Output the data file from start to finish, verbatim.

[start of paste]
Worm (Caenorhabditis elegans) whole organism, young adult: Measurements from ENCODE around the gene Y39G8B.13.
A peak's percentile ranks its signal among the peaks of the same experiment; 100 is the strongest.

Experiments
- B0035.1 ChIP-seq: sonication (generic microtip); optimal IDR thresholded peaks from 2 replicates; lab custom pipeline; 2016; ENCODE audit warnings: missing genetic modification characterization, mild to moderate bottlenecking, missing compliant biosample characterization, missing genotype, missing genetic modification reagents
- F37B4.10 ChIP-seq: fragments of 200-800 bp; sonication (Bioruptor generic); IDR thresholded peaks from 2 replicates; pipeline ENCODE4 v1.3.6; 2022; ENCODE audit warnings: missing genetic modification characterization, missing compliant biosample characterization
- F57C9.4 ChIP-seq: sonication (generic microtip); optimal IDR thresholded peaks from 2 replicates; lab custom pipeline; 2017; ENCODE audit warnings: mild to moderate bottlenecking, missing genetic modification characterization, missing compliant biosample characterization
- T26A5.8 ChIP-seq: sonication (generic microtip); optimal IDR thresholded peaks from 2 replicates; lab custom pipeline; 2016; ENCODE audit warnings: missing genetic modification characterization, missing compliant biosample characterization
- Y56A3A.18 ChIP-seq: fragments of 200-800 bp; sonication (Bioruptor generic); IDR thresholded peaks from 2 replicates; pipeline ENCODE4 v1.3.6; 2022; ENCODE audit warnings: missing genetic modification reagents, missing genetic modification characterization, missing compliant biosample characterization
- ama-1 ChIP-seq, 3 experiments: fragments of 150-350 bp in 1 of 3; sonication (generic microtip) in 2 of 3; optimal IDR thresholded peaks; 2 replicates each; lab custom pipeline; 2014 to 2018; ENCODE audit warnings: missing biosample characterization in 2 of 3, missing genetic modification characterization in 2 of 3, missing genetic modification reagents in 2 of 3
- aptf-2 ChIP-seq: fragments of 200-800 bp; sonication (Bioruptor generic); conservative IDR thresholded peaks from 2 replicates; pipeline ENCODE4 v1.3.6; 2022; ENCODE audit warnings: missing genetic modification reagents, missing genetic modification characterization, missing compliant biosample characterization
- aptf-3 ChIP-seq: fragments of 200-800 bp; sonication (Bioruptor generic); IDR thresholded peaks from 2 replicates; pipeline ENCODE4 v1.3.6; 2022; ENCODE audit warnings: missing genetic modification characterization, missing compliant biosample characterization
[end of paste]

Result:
Worm (Caenorhabditis elegans) whole organism, young adult: Measurements from ENCODE around the gene Y39G8B.13.
A peak's percentile ranks its signal among the peaks of the same experiment; 100 is the strongest.

Experiments
- B0035.1 ChIP-seq: sonication (generic microtip); optimal IDR thresholded peaks from 2 replicates; lab custom pipeline; 2016; ENCODE audit warnings: missing genetic modification characterization, mild to moderate bottlenecking, missing compliant biosample characterization, missing genotype, missing genetic modification reagents
- F37B4.10 ChIP-seq: fragments of 200-800 bp; sonication (Bioruptor generic); IDR thresholded peaks from 2 replicates; pipeline ENCODE4 v1.3.6; 2022; ENCODE audit warnings: missing genetic modification characterization, missing compliant biosample characterization
- F57C9.4 ChIP-seq: sonication (generic microtip); optimal IDR thresholded peaks from 2 replicates; lab custom pipeline; 2017; ENCODE audit warnings: mild to moderate bottlenecking, missing genetic modification characterization, missing compliant biosample characterization
- T26A5.8 ChIP-seq: sonication (generic microtip); optimal IDR thresholded peaks from 2 replicates; lab custom pipeline; 2016; ENCODE audit warnings: missing genetic modification characterization, missing compliant biosample characterization
- Y56A3A.18 ChIP-seq: fragments of 200-800 bp; sonication (Bioruptor generic); IDR thresholded peaks from 2 replicates; pipeline ENCODE4 v1.3.6; 2022; ENCODE audit warnings: missing genetic modification reagents, missing genetic modification characterization, missing compliant biosample characterization
- ama-1 ChIP-seq, 3 experiments: fragments of 150-350 bp in 1 of 3; sonication (generic microtip) in 2 of 3; optimal IDR thresholded peaks; 2 replicates each; lab custom pipeline; 2014 to 2018; ENCODE audit warnings: missing biosample characterization in 2 of 3, missing genetic modification characterization in 2 of 3, missing genetic modification reagents in 2 of 3
- aptf-2 ChIP-seq: fragments of 200-800 bp; sonication (Bioruptor generic); conservative IDR thresholded peaks from 2 replicates; pipeline ENCODE4 v1.3.6; 2022; ENCODE audit warnings: missing genetic modification reagents, missing genetic modification characterization, missing compliant biosample characterization
- aptf-3 ChIP-seq: fragments of 200-800 bp; sonication (Bioruptor generic); IDR thresholded peaks from 2 replicates; pipeline ENCODE4 v1.3.6; 2022; ENCODE audit warnings: missing genetic modification characterization, missing compliant biosample characterization